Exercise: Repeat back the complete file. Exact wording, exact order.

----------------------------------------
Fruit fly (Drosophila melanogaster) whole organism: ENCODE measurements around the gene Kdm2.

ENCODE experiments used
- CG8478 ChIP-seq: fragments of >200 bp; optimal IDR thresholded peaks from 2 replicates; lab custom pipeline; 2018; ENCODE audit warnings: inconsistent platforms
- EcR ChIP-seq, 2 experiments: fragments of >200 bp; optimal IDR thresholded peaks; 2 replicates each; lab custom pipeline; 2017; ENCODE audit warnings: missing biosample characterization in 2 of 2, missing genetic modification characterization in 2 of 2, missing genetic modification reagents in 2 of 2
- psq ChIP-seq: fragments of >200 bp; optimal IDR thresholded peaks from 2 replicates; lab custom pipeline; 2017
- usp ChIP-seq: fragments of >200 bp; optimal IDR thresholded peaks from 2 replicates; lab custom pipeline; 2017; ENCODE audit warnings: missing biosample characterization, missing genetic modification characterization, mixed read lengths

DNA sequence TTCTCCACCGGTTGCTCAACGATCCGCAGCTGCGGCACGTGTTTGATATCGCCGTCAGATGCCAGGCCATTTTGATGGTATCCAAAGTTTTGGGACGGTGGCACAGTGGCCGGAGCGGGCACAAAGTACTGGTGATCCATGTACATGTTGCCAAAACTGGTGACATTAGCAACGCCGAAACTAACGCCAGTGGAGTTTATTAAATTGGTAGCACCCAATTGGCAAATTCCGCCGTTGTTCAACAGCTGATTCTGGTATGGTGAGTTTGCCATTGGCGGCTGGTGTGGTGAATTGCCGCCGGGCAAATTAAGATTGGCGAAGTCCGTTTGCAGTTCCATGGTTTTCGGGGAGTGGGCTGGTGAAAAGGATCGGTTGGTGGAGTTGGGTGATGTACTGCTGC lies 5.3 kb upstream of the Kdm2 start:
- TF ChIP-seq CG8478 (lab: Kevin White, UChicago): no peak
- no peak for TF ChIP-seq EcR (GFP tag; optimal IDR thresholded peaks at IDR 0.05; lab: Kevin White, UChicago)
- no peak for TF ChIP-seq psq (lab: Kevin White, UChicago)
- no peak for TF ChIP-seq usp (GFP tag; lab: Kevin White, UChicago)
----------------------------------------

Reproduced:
Fruit fly (Drosophila melanogaster) whole organism: ENCODE measurements around the gene Kdm2.

ENCODE experiments used
- CG8478 ChIP-seq: fragments of >200 bp; optimal IDR thresholded peaks from 2 replicates; lab custom pipeline; 2018; ENCODE audit warnings: inconsistent platforms
- EcR ChIP-seq, 2 experiments: fragments of >200 bp; optimal IDR thresholded peaks; 2 replicates each; lab custom pipeline; 2017; ENCODE audit warnings: missing biosample characterization in 2 of 2, missing genetic modification characterization in 2 of 2, missing genetic modification reagents in 2 of 2
- psq ChIP-seq: fragments of >200 bp; optimal IDR thresholded peaks from 2 replicates; lab custom pipeline; 2017
- usp ChIP-seq: fragments of >200 bp; optimal IDR thresholded peaks from 2 replicates; lab custom pipeline; 2017; ENCODE audit warnings: missing biosample characterization, missing genetic modification characterization, mixed read lengths

DNA sequence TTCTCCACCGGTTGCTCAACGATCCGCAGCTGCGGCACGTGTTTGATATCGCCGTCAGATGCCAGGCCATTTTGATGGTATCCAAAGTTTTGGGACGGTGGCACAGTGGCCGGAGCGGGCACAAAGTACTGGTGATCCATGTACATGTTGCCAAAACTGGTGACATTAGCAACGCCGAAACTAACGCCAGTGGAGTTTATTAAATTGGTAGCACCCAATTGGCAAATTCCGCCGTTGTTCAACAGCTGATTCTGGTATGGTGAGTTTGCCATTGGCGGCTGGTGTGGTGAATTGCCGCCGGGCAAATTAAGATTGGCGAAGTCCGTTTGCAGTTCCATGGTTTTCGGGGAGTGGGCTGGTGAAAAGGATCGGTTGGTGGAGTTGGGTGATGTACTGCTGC lies 5.3 kb upstream of the Kdm2 start:
- TF ChIP-seq CG8478 (lab: Kevin White, UChicago): no peak
- no peak for TF ChIP-seq EcR (GFP tag; optimal IDR thresholded peaks at IDR 0.05; lab: Kevin White, UChicago)
- no peak for TF ChIP-seq psq (lab: Kevin White, UChicago)
- no peak for TF ChIP-seq usp (GFP tag; lab: Kevin White, UChicago)